No, we don't lock horns. In fact, I'm just too happy to get rid of them for a week, two weeks, two months, two years - whatever my sister Jackie chooses. Yes, she tells me but she adds so many destinations to her itinerary that by the time I finally grasp it, she is eager to get back to her original place. I tell her be like the Indians, ring the bell or better just walk in because you happened to be in the neighborhood. She does not believe in traveling light. Her visit means countless bags and suitcases and more bags and suitcases. I won't be surprised if some day I saw a house parked outside just as an after thought to the bags and my sister's arrival. My mind goes into an endless debate of Nurture vs Nature. I quickly move from horror to resignation and then quietly slink into a state of discombobulation.
How could my sister be so different from me? Did we not grow up in the same household? Did we not eat the same foods and breathe the same air? She leaves nothing to chance. There is no concept of let it be. She is akin to the shark. If she doesn't keep moving she might dissipate. I believe in doing nothing. What I am trying to figure out is how did she develop this love of the kitchen and cooking? I follow the police advice when they get a distress call - avoid the kitchen; it has lethal weapons. For me, the place is dangerous as well till my sister arrives. She attacks it, reduces it to mush, readies it for consumption. I hear my husband and children sigh with relief. I also detect loud rumblings of awe from them. No more will they starve. I sigh.
Jackie knows exactly what she's doing. The kitchen knows it too. It better do. If it were not my home she were visiting, I would be forbidden from it too. Somehow Jackie condescends to let me linger there, just near the sink, just within reach to pass her the ingredients so she can whip up the magic. I am just a souffle or as the French put it Sous Chef. Those French need their own script. Anyway, between loads of heavenly aromas, stories are exchanged, tears are shed; Jackie has a tendency to dissolve into real and imagined childhood tales of having been mistreated - by her sibling, her aunts and uncles, nuns, the world in general. After we go over the mistreatment and cruelty, she regretfully takes off a few from the list. Her husband gets worried, the dark mood may shift to the kitchen and he may collapse with hunger or inattention.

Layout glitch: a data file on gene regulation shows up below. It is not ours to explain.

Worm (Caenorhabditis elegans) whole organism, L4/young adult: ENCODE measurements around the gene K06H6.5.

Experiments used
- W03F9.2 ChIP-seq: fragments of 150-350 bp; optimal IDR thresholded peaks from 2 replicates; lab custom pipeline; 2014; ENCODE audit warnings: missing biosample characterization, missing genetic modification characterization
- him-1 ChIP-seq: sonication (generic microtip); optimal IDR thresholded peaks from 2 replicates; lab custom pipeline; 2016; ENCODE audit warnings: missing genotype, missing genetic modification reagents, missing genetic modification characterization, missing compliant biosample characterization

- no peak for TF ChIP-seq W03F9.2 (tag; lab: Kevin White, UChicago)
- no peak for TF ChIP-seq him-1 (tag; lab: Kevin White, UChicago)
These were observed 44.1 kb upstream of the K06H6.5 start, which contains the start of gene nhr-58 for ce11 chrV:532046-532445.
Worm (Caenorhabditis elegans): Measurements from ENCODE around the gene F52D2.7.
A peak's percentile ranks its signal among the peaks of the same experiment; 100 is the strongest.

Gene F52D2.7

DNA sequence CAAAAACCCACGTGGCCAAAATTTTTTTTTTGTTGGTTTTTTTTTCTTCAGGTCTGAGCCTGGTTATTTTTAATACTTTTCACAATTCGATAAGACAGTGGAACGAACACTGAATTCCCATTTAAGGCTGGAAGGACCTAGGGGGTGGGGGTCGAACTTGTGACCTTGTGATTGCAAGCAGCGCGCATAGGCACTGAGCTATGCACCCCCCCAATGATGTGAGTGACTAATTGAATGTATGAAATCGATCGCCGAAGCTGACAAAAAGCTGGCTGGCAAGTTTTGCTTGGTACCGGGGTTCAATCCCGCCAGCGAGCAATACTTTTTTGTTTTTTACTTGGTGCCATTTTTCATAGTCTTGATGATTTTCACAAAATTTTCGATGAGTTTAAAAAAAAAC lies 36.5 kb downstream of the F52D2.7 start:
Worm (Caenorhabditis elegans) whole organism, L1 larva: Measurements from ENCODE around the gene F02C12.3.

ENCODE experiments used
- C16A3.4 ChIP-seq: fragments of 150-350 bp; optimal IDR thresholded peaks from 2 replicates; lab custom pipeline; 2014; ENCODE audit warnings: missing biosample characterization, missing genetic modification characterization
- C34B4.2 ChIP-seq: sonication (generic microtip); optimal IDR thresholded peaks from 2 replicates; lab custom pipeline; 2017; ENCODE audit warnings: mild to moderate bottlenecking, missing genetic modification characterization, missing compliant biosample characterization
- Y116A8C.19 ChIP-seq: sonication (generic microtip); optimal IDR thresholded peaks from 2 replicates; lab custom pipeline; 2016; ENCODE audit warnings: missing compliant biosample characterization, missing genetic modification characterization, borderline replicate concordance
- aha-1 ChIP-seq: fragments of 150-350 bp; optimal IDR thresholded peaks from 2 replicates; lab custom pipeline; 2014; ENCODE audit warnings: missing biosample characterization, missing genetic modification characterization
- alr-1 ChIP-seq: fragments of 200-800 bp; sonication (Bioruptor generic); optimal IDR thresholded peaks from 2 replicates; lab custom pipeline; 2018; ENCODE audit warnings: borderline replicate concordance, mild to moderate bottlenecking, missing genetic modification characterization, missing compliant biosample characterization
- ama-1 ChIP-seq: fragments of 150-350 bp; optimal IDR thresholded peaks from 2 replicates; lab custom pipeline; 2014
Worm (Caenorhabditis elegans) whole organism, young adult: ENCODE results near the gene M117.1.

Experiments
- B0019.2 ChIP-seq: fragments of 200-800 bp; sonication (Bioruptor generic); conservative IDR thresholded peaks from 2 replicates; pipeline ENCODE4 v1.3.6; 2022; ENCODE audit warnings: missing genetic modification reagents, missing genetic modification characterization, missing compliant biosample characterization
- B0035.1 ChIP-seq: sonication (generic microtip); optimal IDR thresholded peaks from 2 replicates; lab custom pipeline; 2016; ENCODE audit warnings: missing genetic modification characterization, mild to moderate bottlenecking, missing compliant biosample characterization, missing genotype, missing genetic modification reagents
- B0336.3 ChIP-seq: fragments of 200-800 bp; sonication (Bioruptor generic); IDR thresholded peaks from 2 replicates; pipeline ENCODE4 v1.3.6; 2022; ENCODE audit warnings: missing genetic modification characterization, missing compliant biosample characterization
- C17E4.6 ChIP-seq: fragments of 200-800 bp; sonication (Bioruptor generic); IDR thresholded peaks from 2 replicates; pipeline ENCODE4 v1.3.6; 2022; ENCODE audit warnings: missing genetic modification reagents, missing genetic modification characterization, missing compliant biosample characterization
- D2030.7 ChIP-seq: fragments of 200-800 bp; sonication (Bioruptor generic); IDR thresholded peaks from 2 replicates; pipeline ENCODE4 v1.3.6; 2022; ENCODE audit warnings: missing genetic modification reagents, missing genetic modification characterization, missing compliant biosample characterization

It's a good time. For brief moments I am no longer in charge; I like it. I feel the same when my Mum is around; something tells Jackie and my Mum there is a desperate need for them in the kitchen and elsewhere. They are survivors and they see the miserable lot around them survive as well. Heaven forbid if on their watch, anyone decides to take a break from surviving! Is there any thing to eat - is a phrase of the past; it's almost as if the phrase never existed. I feel less than a ghost; at least ghosts have a purpose; I have none. Somebody I know found loads of intentions and purposes while in Timbaktu. Perhaps I should head there. There is no paucity of finding things there. Things are always there.